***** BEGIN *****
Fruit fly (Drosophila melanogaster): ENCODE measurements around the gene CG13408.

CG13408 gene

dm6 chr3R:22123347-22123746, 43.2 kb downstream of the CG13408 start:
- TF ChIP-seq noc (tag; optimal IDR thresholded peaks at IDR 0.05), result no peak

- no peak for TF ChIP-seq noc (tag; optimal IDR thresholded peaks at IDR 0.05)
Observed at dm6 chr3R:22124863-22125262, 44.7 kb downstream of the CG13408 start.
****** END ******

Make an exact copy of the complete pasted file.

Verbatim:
Fruit fly (Drosophila melanogaster): ENCODE measurements around the gene CG13408.

CG13408 gene

dm6 chr3R:22123347-22123746, 43.2 kb downstream of the CG13408 start:
- TF ChIP-seq noc (tag; optimal IDR thresholded peaks at IDR 0.05), result no peak

- no peak for TF ChIP-seq noc (tag; optimal IDR thresholded peaks at IDR 0.05)
Observed at dm6 chr3R:22124863-22125262, 44.7 kb downstream of the CG13408 start.